by Sir E.A. Wallis Budge
Started: March 23
Finished: April 8
Notes: For a long while I've been neglecting my readings of ancient history, so I thought I would try this 1914 publication from noted historian and member of the British Museum, Sir E.A. Wallis Budge, who spent much of his adult life traveling between Egypt, the Sudan, and Europe, all while penning numerous texts concerning Egyptology and other topics pertaining to the Far East. Obviously this text will be dated, but I read it not only for itself, but to see the ideas other generations had about the ancients.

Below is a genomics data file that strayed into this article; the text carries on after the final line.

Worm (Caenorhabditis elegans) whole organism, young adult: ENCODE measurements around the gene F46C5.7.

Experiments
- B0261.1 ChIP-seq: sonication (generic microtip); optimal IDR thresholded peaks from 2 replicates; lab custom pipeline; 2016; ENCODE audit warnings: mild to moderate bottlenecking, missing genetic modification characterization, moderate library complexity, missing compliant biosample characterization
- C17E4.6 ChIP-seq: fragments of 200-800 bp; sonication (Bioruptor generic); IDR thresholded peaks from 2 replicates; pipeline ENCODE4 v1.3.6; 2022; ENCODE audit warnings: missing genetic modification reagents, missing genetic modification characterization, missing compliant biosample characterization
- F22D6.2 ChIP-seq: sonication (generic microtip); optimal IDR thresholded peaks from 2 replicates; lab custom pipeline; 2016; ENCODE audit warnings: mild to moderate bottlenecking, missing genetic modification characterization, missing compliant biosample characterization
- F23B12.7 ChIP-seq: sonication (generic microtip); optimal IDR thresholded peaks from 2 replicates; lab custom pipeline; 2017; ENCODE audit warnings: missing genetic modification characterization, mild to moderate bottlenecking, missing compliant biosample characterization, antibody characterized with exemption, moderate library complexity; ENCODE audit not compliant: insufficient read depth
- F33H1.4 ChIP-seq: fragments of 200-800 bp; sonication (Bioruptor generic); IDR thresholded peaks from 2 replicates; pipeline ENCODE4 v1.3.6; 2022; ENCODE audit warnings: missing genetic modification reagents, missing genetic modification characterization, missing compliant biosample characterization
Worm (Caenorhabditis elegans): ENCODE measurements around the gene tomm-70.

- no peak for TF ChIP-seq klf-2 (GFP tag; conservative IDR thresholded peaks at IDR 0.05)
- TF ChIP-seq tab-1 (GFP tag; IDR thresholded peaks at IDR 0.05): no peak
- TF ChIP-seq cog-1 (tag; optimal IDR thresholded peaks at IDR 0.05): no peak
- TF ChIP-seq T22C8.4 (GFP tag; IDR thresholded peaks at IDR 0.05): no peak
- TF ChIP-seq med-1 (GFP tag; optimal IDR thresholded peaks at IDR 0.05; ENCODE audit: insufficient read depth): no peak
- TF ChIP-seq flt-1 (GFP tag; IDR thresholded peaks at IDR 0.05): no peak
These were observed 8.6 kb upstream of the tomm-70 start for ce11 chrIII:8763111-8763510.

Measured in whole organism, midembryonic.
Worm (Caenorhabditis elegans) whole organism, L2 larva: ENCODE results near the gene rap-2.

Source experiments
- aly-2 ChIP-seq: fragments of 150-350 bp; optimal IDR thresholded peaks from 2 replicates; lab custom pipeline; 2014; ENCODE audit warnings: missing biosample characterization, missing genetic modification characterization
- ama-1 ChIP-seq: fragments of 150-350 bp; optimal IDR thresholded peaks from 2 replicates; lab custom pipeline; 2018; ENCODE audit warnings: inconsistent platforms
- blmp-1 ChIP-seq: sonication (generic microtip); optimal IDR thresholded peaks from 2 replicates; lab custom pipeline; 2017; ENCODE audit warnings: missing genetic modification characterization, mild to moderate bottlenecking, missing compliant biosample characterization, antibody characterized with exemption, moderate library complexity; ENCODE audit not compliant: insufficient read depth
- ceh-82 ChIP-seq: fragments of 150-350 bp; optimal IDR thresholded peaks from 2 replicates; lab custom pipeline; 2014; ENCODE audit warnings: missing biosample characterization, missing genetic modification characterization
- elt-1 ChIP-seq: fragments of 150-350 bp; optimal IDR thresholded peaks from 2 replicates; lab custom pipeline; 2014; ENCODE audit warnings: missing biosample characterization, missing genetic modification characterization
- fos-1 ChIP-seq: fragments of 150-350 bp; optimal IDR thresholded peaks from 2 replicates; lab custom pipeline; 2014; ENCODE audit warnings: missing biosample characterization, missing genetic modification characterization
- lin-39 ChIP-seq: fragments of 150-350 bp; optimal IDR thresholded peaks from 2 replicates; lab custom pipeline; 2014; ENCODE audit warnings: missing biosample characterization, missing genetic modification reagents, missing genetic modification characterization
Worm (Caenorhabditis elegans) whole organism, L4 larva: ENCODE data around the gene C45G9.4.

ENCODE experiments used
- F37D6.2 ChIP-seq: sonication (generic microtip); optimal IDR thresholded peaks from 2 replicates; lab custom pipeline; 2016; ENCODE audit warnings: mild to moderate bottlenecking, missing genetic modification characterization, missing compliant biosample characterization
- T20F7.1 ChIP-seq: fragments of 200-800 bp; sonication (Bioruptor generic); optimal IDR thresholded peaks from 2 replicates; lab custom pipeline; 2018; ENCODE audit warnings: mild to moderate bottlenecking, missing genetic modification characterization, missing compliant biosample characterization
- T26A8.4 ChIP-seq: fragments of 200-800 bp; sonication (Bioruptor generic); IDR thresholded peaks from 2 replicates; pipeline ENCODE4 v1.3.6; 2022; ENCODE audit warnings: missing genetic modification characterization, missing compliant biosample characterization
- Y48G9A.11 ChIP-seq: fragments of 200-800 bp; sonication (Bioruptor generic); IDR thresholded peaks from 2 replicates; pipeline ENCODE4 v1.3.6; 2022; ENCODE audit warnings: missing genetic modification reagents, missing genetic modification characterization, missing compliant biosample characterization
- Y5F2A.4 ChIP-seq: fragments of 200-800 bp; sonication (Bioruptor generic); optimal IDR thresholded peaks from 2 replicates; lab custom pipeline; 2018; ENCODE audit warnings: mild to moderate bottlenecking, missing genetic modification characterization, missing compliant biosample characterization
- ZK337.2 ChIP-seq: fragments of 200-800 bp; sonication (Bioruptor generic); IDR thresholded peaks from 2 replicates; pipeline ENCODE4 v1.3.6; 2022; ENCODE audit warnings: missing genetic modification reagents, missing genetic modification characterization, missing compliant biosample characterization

Mini review: There's a little bit of everything here, from heroic stories, fairy tales, mythology, magic spells, poetry, funerary rites, and more. Admittedly not all of this is electrifying reading, but the author does a good job of paraphrasing in some cases, and he points out spots where the text remained in question due to a lack of translation; he also points out when part of a text had been lost or if in some of it the translation remained questionable (during his time, anyway, which means it's interesting to research now, a hundred years later, to find out if we've learned more ... and no, I won't be giving away free spoilers). Beyond any pure historical interests, I think this book and those like it should be important for other fantasy writers (and even Dungeon Masters). If you want some of your characters to have authentic-sounding rites and prayers and the like, this book gives solid examples of this from ancient times. You also can learn plenty of ancient names that could be used or reworked for characters.